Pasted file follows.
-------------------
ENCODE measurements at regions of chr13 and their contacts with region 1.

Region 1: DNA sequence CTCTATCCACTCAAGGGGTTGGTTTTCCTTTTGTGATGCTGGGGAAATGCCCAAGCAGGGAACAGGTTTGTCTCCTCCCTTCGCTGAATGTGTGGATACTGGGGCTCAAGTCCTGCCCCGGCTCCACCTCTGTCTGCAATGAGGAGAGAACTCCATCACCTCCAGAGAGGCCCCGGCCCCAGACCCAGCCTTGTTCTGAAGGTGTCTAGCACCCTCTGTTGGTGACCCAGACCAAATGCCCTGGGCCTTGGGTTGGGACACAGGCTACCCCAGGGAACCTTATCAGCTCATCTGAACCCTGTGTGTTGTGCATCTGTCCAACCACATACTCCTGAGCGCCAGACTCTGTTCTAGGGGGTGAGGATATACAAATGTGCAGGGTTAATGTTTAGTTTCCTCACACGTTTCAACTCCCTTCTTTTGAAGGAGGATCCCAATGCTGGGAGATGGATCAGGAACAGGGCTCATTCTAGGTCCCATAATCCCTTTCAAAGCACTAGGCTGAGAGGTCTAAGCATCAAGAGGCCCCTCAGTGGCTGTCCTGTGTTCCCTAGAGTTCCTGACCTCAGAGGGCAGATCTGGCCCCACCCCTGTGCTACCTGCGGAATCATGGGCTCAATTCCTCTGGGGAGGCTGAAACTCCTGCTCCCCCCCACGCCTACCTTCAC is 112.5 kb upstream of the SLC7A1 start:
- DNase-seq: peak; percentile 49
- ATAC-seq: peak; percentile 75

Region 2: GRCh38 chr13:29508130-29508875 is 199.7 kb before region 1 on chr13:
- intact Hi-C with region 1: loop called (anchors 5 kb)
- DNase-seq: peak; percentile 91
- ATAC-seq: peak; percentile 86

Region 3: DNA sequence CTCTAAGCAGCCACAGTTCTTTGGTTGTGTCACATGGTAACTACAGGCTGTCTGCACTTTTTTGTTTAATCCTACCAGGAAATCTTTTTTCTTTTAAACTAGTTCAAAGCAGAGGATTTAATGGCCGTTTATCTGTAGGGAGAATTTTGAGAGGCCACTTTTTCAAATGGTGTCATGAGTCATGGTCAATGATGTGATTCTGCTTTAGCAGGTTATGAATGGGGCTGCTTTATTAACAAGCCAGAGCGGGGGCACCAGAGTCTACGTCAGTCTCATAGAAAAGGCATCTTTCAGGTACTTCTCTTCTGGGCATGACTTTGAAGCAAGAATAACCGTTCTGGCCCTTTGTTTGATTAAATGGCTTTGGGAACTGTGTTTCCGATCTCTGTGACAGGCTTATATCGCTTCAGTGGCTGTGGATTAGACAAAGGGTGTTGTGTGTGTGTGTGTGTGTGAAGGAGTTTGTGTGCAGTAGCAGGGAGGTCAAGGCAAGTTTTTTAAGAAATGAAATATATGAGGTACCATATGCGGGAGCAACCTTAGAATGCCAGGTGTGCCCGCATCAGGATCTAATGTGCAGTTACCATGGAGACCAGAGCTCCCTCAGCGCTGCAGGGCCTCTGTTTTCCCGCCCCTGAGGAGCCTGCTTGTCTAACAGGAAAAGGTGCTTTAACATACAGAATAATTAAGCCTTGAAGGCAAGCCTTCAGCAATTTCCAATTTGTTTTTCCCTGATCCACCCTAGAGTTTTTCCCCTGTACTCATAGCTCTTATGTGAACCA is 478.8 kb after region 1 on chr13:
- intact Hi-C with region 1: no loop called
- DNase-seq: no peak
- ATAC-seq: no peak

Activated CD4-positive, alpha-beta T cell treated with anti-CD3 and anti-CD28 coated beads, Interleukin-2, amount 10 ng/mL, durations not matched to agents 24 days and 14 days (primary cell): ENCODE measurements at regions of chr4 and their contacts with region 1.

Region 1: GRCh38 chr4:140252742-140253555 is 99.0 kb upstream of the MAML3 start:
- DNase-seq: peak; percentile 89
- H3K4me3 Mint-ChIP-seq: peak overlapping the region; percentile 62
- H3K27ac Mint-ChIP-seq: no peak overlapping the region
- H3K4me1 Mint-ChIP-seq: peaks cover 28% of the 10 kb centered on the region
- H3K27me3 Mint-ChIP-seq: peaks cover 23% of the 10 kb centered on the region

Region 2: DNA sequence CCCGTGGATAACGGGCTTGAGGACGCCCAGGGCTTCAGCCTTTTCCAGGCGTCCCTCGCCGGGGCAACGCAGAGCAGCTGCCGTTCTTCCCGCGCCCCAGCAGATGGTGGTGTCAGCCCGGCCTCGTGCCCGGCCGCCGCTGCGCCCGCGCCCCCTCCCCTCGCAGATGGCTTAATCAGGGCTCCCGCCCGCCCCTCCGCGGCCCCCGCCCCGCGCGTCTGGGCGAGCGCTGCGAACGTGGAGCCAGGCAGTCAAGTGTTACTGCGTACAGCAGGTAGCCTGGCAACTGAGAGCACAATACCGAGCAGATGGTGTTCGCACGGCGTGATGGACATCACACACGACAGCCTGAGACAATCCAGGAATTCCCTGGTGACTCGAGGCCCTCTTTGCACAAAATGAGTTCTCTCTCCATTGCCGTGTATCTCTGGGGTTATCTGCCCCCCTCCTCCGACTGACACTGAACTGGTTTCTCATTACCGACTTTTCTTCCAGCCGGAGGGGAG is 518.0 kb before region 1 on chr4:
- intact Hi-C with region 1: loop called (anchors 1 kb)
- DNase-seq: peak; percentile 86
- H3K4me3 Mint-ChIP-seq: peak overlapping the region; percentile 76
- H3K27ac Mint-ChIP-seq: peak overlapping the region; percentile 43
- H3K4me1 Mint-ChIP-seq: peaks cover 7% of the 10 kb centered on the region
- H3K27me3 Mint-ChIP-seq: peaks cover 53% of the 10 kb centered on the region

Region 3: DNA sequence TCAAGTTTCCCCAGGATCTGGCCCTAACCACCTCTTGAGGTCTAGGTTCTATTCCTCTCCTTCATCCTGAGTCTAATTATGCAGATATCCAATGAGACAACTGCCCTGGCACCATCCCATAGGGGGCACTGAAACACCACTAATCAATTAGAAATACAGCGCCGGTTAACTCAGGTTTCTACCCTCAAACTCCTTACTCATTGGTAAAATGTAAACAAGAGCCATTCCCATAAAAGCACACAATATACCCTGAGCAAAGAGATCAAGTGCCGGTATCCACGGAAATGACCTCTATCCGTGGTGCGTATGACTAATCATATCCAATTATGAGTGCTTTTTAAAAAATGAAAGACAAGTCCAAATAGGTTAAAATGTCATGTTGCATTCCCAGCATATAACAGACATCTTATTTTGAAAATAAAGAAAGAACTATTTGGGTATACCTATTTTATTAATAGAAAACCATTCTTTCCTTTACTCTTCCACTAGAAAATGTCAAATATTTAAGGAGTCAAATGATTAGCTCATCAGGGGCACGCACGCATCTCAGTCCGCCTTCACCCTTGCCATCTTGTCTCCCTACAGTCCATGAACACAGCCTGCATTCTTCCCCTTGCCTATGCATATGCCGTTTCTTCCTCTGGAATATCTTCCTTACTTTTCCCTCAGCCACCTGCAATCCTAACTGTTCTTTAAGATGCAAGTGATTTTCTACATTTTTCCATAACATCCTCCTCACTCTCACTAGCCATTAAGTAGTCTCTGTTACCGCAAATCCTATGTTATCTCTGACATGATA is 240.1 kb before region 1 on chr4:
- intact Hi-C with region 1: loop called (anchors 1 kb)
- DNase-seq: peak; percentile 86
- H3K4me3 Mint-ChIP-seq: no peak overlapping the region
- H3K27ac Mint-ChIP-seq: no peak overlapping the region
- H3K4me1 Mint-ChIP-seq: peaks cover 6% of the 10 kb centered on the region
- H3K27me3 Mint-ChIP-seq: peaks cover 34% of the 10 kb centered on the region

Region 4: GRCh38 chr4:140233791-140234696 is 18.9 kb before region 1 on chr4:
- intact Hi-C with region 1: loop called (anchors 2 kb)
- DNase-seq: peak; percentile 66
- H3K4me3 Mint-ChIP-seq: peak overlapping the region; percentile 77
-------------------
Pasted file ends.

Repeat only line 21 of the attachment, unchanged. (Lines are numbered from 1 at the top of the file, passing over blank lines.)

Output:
- intact Hi-C with region 1: loop called (anchors 1 kb)